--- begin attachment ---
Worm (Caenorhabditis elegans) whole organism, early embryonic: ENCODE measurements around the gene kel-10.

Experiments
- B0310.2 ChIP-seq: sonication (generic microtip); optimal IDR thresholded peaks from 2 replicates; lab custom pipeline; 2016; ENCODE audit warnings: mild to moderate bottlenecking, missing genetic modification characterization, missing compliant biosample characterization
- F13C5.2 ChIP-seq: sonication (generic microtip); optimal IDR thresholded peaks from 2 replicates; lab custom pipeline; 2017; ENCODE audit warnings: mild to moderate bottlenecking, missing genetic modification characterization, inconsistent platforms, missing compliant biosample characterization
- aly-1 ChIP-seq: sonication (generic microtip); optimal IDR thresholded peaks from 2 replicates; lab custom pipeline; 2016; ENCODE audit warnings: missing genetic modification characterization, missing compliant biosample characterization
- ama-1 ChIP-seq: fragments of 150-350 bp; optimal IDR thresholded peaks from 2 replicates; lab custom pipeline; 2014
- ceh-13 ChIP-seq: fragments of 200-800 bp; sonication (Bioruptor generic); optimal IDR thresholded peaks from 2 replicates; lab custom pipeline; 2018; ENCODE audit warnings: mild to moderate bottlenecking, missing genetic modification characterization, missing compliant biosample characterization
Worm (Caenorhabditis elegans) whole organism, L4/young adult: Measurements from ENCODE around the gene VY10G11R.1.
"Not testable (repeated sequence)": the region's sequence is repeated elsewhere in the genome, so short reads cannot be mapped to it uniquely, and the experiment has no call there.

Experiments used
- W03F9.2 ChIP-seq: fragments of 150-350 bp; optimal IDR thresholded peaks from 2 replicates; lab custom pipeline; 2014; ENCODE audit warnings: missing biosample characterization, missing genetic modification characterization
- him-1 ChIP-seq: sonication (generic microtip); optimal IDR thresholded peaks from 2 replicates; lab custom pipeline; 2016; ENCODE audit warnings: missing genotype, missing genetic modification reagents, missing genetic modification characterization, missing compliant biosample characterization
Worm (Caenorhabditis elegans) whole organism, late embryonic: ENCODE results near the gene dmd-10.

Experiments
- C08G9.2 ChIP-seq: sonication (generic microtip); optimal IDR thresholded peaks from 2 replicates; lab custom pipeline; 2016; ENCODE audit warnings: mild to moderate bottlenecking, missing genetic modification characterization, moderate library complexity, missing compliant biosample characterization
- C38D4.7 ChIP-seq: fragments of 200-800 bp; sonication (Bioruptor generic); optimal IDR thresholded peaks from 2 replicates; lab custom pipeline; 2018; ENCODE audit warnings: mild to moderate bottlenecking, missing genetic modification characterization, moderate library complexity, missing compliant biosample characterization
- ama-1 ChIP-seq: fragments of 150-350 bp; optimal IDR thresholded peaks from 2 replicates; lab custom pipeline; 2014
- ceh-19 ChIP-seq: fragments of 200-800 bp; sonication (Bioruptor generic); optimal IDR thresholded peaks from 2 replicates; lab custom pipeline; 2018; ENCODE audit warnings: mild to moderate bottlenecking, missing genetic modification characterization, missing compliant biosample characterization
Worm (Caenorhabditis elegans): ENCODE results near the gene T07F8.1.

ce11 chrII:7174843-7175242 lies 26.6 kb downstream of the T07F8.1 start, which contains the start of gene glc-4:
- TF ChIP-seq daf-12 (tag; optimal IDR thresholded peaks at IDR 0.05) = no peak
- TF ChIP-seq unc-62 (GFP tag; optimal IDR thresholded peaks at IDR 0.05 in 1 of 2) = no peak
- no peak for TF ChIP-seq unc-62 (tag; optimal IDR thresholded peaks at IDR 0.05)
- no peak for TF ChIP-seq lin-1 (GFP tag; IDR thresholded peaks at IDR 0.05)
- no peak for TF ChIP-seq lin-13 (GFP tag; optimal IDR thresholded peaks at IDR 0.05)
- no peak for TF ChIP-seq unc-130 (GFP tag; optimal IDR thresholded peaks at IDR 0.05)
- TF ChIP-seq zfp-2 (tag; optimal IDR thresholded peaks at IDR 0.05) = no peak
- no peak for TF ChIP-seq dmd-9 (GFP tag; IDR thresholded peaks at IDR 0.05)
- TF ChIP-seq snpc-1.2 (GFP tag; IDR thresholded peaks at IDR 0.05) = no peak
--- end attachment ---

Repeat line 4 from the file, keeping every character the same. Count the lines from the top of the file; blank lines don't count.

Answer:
- F13C5.2 ChIP-seq: sonication (generic microtip); optimal IDR thresholded peaks from 2 replicates; lab custom pipeline; 2017; ENCODE audit warnings: mild to moderate bottlenecking, missing genetic modification characterization, inconsistent platforms, missing compliant biosample characterization